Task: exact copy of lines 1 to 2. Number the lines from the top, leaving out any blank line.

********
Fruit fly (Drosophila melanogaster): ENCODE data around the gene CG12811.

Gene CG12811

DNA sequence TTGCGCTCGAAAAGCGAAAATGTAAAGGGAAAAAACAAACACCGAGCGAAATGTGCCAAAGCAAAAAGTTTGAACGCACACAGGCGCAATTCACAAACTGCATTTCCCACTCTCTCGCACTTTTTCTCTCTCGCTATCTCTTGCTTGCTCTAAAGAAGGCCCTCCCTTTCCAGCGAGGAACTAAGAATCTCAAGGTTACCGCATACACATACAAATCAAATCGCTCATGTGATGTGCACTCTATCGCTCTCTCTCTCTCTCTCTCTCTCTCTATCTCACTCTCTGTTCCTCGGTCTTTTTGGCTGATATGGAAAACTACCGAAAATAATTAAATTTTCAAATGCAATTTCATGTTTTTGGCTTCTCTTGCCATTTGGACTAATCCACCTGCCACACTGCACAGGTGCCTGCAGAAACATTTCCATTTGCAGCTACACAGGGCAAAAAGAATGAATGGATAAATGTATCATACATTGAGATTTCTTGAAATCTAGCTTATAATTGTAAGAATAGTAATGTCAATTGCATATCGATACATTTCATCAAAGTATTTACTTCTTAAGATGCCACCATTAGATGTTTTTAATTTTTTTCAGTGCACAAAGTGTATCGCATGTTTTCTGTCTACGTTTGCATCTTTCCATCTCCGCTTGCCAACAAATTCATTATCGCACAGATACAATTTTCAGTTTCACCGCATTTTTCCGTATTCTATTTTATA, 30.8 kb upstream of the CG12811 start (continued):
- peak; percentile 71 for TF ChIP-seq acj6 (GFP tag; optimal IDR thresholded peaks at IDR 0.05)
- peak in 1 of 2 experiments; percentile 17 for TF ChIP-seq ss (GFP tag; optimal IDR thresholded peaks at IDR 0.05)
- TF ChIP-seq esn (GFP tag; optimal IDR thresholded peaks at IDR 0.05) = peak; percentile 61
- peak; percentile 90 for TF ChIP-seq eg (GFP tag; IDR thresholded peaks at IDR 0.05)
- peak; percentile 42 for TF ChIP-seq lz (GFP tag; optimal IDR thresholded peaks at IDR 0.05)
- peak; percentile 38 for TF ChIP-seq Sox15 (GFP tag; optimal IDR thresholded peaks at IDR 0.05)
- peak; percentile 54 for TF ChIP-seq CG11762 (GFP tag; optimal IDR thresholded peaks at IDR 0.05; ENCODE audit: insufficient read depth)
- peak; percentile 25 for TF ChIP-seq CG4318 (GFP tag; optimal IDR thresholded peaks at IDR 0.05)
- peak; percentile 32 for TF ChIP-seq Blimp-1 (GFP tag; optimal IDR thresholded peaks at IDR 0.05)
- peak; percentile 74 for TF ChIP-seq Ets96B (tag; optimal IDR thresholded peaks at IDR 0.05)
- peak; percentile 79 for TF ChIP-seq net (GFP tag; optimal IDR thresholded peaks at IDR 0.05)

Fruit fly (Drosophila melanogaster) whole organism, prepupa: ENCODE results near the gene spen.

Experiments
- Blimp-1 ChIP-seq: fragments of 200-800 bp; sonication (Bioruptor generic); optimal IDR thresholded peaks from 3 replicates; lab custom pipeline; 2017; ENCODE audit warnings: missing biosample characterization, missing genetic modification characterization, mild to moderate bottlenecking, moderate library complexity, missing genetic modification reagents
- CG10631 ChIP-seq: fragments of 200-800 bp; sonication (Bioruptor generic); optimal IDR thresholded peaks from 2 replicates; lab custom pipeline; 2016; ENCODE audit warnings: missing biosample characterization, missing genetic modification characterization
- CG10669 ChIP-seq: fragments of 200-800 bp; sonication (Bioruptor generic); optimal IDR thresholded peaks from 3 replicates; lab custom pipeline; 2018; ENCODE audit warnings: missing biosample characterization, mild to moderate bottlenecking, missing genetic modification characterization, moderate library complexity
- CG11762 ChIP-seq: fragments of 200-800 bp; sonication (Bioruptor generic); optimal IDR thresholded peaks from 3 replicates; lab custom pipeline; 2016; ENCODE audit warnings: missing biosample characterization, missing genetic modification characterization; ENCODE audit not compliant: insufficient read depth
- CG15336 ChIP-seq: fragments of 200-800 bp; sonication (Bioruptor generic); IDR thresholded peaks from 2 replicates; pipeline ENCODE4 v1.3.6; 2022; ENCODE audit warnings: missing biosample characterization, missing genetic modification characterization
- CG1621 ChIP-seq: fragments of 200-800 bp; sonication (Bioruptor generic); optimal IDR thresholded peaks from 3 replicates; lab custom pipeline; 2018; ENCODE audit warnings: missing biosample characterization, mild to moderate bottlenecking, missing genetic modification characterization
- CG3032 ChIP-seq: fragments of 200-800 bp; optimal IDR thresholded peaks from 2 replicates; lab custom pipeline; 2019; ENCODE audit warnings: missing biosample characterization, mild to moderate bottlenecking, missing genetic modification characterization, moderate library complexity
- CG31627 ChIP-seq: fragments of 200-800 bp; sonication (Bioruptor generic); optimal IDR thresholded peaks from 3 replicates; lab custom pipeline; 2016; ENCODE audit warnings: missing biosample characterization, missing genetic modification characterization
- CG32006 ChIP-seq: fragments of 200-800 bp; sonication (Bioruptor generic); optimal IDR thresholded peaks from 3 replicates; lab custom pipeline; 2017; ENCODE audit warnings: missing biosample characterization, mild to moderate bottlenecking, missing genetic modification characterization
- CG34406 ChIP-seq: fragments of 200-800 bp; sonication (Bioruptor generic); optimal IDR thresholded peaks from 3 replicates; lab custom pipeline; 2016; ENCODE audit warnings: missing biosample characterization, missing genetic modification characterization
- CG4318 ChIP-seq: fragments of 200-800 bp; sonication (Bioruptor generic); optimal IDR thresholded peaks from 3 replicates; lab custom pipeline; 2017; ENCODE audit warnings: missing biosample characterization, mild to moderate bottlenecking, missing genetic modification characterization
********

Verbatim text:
Fruit fly (Drosophila melanogaster): ENCODE data around the gene CG12811.

Gene CG12811